Like its fellow countries in the north of Central America, El Salvador and Guatemala, Honduras suffers from high crime rates and severe poverty in the wake of civil wars in the 1980s. Street gangs roam unchecked in many urban neighbourhoods while drug traffickers ply the coasts and plague all levels of the state. A contested presidential election in 2017 spurred a wave of political violence, though all sides seem to have accepted the recent landslide victory of left-leaning Xiomara Castro. Chronic socio-economic ills, coupled with poor governance and rampant corruption, are the main drivers of northward migration, which has its own perils for those who venture the journey. Crisis Group studies the roots of the country’s persistent problems and pushes for policy solutions to break the cycle of forced departure and deportation.

CrisisWatch Honduras

Unchanged Situation

Govt extended state of exception and Congress remained paralysed, impeding anti-corruption efforts. 

Authorities again renewed tough security measures. Executive 1 Jan renewed state of exception for ninth time until 15 Feb amid continued concern about measure’s impact. Violence against women remained particularly acute. Notably, human rights secretary Natalia Roque and UN Coordinator in Honduras Alice Shackelford 10 Jan expressed particular concern over impunity in femicide cases following discovery previous day of bodies of three women on Honduran island, Roatán. Meanwhile, Colonel Ramiro Muñoz 16 Jan announced closure of three prisons – La Esperanza, Trujillo and Cortés – due to “deplorable conditions”, said inmates would be transferred to other prisons.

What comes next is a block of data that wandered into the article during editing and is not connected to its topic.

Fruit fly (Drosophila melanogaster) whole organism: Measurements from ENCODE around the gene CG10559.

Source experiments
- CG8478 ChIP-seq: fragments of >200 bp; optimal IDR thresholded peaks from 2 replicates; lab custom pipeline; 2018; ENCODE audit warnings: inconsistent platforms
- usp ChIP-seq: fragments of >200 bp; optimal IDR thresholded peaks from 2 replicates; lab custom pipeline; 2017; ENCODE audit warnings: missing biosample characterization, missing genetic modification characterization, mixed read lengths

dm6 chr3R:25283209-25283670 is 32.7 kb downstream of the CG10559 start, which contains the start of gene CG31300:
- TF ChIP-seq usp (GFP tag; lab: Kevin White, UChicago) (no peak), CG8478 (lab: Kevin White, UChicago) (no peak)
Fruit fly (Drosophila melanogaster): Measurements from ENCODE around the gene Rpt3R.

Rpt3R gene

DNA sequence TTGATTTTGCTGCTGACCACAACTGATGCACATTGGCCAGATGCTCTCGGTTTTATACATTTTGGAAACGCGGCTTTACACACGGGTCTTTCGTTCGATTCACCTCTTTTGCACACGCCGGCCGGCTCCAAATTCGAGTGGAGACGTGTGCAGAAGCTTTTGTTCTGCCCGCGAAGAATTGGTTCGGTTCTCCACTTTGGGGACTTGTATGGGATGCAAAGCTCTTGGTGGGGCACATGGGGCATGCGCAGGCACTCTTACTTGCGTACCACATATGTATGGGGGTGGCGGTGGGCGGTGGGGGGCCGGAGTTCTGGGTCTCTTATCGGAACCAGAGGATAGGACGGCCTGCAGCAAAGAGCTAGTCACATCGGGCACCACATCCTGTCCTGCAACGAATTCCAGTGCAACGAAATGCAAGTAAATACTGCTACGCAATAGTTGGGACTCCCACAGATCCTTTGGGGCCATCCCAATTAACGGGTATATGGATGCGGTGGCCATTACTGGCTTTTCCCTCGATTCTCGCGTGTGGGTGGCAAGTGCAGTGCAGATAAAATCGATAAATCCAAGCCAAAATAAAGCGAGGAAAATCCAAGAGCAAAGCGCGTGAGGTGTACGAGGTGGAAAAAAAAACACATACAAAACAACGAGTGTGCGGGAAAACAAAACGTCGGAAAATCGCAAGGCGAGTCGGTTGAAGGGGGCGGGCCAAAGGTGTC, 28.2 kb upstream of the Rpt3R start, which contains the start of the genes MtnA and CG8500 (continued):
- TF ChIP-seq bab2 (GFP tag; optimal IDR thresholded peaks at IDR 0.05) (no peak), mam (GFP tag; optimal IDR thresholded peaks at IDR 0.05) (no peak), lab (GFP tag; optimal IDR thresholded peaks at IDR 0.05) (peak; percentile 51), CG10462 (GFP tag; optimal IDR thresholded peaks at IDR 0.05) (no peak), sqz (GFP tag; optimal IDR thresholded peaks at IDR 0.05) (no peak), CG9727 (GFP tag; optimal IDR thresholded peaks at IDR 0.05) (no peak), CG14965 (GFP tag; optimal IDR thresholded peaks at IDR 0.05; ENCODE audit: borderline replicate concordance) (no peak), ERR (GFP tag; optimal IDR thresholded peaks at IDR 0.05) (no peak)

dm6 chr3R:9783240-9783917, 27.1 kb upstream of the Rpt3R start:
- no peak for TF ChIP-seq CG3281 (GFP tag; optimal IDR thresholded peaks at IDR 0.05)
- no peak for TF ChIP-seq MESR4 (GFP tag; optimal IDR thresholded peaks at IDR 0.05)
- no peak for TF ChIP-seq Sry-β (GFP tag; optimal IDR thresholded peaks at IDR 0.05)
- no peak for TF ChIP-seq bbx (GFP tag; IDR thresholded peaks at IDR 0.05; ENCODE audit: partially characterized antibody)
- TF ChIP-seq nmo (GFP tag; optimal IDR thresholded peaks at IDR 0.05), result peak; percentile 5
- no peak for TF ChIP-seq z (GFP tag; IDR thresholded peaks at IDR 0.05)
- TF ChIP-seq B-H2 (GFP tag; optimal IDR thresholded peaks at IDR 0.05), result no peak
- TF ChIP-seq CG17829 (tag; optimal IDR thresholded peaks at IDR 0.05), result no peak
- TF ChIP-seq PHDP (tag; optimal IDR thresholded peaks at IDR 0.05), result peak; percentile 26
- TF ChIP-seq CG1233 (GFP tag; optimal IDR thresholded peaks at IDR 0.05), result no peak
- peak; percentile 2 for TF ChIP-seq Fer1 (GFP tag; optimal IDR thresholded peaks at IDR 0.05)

Legislature remained blocked, damaging anti-corruption efforts. Congressional paralysis continued amid dispute between govt and opposition over appointment of Attorney General. NGO Human Rights Watch 2 Jan warned developments are “a bad omen” for efforts to tackle corruption. Meanwhile, Honduras 8 Jan extradited govt official Francisco Roberto Cosenza Centeno to U.S. on money laundering charges.

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